Yukio Edano, senior member of the moribund main opposition Democratic Party, announced Monday the establishment of a new political group with liberal members whose stances are at odds with a new force formed by Tokyo Gov. Yuriko Koike ahead of an upcoming lower house election.

Democratic Party President Seiji Maehara has decided to effectively disband his party and let its members run in the Oct. 22 general election with Koike's Kibo no To (party of hope) in a bid to unite voters against the administration of Prime Minister Shinzo Abe.

But Koike, a former lawmaker of Abe's Liberal Democratic Party, has said her "reform-minded conservative" party would not accept all of them and that new entrants will be required to share views on national security and amendment to the Constitution, indicating liberal-wing Democratic Party members will likely be excluded.

In Japanese politics, "liberal" typically refers to supporters of the postwar pacifist Constitution.

Edano, the deputy head of the Democratic Party who was defeated by Maehara in a leadership race in September, has said it is "necessary to form a party -- the Constitutional Democratic Party of Japan -- for former lower house members who would not be able to join Kibo no To," according to sources close to the matter.

In addition to Edano, vice president Shoichi Kondo, Akira Nagatsuma, who chairs the party's election campaign committee, and Hirotaka Akamatsu, a former vice speaker of the lower house, are expected to join Edano's party, the sources said.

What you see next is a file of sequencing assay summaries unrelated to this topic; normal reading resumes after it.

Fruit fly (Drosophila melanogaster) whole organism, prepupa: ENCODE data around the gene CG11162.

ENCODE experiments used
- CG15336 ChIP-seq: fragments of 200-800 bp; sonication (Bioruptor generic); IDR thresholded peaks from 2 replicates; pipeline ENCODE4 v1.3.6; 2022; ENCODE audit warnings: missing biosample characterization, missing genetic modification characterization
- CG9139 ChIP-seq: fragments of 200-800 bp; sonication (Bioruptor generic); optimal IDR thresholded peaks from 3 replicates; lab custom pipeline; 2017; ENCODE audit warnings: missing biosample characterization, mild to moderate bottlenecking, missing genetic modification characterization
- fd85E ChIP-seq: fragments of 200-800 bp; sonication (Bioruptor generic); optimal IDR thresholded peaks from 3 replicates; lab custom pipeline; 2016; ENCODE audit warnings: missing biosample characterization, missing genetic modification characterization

Edano's move could prove a setback to the opposition's attempt to form a united front against Abe's government, raising the possibility of a three-way battle between the ruling coalition, Koike's party and a more liberal force led by Edano.

Former Prime Minister Yoshihiko Noda of the Democratic Party told reporters he will run as an independent, saying he is "a moderate conservative." Katsuya Okada, another party heavyweight who served as deputy prime minister, and Jun Azumi, a former deputy president of the party, will follow suit.

Noda made the comments after Goshi Hosono, one of the founding members of Kibo no To who had left the Democratic Party, said he wanted "those with experience of leading one of the three branches of government" to refrain from joining the party.

Hosono's remarks apparently reflect Kibo no To's aim to erase any negative image associated with the administration of the Democratic Party's predecessor, the Democratic Party of Japan, between 2009 and 2012.

A total of 465 seats will be up for grabs in the upcoming House of Representatives election as the number will be cut from 475. The ruling coalition of the LDP and Komeito party held more than 300 seats in the lower house before the chamber was dissolved last week.

Kibo no To is expected to announce later this week its candidates' list consisting of around 200 contestants, more than half of whom are from the Democratic Party, according to the party sources.